Changes between Initial Version and Version 1 of Workshops/IntroToHpc2015/SshUsage

Oct 12, 2015 3:47:44 PM (7 years ago)


  • Workshops/IntroToHpc2015/SshUsage

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     1= Terminals and Shells =
     3[[Image(univac_1965_2.jpg, center)]]
     4 ''Taken from UNIVAC promotional materials circa 1960''
     6The terminal has been the primary means of interfacing with a cluster computing machine since the 1960s. Today, users who are working on a laptop or desktop with an operating system that is based on Unix will have a useful terminal built into their operating system. This includes anyone using Mac os X or any flavor of Linux.
     8== Mac Terminal ==
     10To access the terminal program on a Mac go to
     12''Applications -> Utilities -> Terminal''
     14[[Image(utilities_terminal.png​, center)]]
     16This will launch a terminal containing a unix shell. The unix shell is a command line interpreter which both allows you to pass commands to the operating system and displays output. Currently, the default shell for most unix based systems is the Bourne Again SHell or bash shell. Your shell can be modified to provide a custom environment and we will go into detail on how to make these modifications in later sessions.
     18[[Image(terminal.png​, center)]]
     20== Ubuntu Terminal ==
     22In Unity versions of Ubuntu (11.04 and later) the easiest way to access the terminal is through the search function of the dash
     24''Dash -> Search for Terminal''
     26[[Image(ubuntu_terminal.png,center, 80%)]]
     28[[Image(terminal2.png, center)]]
     30== Windows "Terminal" ==
     31As Windows is NOT a Unix based OS, it lacks a native terminal emulator that is capable of provide a Unix shell. This will require a work around. For our requirements, the most common solution is the installation of an open source terminal emulator called PuTTY that supports the communication protocols discussed below. If you are using a Windows machine and you have not already downloaded PuTTY you should do so now.
     33[[|Download Putty]]
     35[[|Putty Manual]]
     37After you've downloaded the PuTTY.exe file, move it to the location you prefer and double click to launch.
     39[[Image(PuTTY_launch.png, center)]]
     41To log onto cypress, enter (or into the Host Name field and make sure the port is set to 22. Click on Open and you will be given a login window to cypress.
     43[[Image(PuTTY.png, center)]]
     44= Remote Access =
     46== A short History ==
     47Scientists have been performing computations remotely since 1940 when George Stibitz used a Teletype machine to perform remote computations on a Complex Number Machine in New York City from the an AMS conference held at Dartmouth ( By 1973, standards were defined for a set of remote access protocols called Telnet which are still in use today. Subsequently (1983), the Berkley Software Distribution (BSD) Unix operating system instituted an alternative protocol called Remote SHell, or rsh. While still available on most systems, rsh is not recommended for common use as it lacks encryption. In 1995, this lack of security lead a researcher named Tatu Ylonen to invent a secure set of protocols after his University was the victim of a sniffing attack. He named his protocols Secure SHell, or ssh, and this has become the default means of remote access for unix based machines world wide.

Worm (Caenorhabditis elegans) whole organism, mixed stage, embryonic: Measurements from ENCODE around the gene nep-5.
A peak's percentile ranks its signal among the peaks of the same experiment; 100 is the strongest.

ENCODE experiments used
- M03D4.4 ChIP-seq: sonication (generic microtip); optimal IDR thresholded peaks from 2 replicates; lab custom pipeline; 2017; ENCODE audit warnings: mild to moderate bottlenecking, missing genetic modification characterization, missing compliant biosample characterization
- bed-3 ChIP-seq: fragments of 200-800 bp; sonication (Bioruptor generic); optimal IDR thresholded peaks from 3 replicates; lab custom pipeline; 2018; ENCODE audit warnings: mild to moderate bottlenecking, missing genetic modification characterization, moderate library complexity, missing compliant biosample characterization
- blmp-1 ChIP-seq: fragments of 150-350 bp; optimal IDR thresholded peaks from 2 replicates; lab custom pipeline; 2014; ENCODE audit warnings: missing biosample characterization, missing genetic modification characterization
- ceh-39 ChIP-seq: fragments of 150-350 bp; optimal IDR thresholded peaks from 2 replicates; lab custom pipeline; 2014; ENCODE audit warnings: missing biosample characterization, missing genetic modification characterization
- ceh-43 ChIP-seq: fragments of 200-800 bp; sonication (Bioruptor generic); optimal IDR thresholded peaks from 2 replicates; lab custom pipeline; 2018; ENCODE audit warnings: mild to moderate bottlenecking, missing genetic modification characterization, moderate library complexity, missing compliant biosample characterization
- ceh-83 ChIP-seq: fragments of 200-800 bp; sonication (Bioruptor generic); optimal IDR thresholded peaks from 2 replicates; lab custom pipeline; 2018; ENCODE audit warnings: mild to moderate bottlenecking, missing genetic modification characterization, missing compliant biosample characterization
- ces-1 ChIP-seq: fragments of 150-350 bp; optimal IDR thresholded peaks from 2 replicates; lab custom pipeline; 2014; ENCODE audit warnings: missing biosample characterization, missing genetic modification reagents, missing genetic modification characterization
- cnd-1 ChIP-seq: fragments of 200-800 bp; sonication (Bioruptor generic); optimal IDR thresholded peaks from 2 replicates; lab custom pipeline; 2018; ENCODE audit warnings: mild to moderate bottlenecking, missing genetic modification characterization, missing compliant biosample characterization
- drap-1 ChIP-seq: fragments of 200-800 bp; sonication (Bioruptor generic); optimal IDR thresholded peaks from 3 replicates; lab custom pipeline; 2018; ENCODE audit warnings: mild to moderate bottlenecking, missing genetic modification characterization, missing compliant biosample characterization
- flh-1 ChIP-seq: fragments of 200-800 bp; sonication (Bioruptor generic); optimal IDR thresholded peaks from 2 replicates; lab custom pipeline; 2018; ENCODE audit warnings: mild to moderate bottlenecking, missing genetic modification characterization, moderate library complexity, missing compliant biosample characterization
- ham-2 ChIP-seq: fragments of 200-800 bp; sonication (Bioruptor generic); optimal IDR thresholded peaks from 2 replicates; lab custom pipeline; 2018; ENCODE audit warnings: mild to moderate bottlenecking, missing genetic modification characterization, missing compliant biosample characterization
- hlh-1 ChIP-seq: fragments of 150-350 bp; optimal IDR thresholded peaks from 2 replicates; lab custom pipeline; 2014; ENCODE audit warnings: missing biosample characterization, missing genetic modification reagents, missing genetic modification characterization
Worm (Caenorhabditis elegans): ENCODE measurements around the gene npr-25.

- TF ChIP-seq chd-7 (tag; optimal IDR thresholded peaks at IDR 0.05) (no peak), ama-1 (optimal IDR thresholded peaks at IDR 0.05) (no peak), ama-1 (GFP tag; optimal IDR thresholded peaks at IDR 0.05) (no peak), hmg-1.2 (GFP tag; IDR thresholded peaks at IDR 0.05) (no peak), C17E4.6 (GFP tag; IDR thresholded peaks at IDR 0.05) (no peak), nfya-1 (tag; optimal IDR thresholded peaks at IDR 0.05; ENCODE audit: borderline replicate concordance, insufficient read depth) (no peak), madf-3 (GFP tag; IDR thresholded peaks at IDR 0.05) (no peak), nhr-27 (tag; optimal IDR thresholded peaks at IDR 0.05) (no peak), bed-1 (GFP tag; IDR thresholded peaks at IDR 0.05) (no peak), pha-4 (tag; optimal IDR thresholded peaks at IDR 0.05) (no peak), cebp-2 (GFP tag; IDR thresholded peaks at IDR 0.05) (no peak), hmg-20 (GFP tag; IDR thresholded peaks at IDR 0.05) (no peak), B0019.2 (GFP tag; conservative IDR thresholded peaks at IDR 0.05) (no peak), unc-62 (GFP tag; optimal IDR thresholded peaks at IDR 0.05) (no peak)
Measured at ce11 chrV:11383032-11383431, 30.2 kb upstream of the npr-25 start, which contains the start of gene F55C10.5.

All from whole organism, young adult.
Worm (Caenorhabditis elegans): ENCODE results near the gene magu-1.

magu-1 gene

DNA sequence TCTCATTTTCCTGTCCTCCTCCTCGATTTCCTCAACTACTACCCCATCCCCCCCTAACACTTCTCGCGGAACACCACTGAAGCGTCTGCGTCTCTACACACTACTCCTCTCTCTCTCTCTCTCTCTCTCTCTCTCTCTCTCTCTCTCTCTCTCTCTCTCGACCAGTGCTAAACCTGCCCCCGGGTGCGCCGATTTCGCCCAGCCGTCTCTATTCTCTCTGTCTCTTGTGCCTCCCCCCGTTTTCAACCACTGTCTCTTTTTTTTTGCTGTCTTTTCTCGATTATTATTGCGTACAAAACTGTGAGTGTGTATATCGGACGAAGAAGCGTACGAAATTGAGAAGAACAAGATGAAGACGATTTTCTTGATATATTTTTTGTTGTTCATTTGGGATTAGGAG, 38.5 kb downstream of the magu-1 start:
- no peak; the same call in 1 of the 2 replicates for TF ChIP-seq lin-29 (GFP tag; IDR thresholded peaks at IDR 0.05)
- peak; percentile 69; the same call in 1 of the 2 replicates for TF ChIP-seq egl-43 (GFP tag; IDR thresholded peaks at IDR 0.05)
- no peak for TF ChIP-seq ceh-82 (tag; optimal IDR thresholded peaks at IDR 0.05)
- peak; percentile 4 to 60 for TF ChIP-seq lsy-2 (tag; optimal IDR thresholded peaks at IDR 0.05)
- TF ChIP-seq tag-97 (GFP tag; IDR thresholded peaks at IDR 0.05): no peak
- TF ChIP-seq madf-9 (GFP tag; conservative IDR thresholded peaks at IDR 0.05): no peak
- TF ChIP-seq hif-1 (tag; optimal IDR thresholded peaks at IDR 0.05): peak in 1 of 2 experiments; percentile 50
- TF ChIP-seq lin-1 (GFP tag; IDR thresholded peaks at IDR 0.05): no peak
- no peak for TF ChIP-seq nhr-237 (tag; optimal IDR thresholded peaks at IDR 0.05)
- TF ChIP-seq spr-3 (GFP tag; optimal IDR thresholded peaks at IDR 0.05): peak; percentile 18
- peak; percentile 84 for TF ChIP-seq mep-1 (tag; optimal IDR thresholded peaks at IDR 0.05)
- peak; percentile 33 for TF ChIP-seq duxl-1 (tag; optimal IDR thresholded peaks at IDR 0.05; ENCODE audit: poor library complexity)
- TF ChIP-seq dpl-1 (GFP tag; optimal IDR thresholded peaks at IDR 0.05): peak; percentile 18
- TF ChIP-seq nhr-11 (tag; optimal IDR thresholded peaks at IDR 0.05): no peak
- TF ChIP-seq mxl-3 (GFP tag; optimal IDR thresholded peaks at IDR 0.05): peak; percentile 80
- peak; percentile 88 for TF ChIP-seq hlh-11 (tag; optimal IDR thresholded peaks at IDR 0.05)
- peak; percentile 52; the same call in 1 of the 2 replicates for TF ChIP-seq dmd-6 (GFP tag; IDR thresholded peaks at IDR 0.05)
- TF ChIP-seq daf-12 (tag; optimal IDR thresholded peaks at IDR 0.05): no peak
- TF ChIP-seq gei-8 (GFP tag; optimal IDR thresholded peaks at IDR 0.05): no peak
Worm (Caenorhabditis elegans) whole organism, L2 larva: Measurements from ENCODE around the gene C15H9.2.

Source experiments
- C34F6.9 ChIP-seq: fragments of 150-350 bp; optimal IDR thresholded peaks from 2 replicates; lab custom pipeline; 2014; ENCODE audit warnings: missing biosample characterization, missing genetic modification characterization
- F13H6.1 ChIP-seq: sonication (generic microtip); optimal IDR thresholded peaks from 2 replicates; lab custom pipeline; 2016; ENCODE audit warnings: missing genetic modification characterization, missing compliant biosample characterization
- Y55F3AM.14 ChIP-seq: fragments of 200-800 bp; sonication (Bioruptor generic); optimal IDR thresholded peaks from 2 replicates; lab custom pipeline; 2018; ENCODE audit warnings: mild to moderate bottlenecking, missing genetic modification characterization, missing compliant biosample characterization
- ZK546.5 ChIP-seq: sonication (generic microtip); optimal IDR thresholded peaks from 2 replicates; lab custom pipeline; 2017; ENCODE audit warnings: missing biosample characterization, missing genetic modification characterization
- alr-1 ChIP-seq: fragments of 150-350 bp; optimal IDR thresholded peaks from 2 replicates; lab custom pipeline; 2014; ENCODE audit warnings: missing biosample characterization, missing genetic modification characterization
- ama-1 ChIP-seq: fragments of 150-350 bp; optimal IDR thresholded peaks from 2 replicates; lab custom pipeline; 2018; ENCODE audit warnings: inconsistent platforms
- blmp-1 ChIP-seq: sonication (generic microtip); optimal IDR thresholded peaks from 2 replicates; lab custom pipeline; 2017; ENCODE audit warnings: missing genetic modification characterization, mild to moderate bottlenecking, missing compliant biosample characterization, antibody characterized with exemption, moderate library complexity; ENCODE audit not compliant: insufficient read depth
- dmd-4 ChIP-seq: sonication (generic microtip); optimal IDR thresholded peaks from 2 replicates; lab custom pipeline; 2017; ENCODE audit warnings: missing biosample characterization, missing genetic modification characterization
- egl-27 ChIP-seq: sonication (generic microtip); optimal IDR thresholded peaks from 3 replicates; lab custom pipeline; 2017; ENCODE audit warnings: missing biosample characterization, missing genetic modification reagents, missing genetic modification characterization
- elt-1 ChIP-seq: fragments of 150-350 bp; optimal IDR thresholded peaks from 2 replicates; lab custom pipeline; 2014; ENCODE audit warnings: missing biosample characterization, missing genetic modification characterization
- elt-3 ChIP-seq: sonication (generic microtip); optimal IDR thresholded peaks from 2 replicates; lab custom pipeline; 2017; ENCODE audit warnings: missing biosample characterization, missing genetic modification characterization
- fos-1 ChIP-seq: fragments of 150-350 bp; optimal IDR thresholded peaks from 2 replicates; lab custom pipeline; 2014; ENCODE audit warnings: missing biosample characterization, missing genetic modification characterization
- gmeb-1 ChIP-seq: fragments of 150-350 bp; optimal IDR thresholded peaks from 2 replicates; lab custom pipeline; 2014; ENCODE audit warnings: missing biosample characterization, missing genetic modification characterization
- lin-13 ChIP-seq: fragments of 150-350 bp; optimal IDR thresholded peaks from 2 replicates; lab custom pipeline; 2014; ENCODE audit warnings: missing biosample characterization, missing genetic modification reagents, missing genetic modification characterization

51== Secure SHell (SSH) ==
     52=== Linux and Mac ===
     53Users on Mac and Linux workstations have ssh available on the command line.
     54To connect to a remote server run the following:
     57user@localhost> ssh
     60The first time you log into a new machine, you will be asked if you trust the server. For instance, the first time you log into Cypress using PuTTY you will receive the following prompt:
     62[[Image(host_key.png)]][[Image(host_key_mac.png, 500px)]]
     64Click on yes (or if using !Mac/Linux terminal simply type "yes" at the corresponding prompt). You should now be prompted for the password associated with your remote username.
     66For those who have accounts on Cypress, you can connect to cypress by running the command
     69user@localhost> ssh
     72and entering the password associated with your tulaneID across Tulane resources. If you are using one of our temporary accounts for the workshop you will use the alphanumeric user id and password provided.
     74== CHECKPOINT ==
     75Everyone should now have a terminal open and be logged into Cypress. If you are not logged on to Cypress, please raise your hand and someone will assist you.
     77We will return to SSH shortly, but first we need to discuss [[cypress/BasicLinuxComands|Basic Linux Commands]].
     79== Tunneling X Windows Session via SSH ==
     80=== Linux and Mac ===
     81Users on Mac and Linux workstations have ssh available on the command line.
     83To connect to a remote server with X window tunneling run the following:
     86user@localhost> ssh -Y
     89=== Windows ===
     90Windows users will need to download an X window server/client software.
     96[[cypress/BasicLinuxComands|Next Section: Linux Commands]]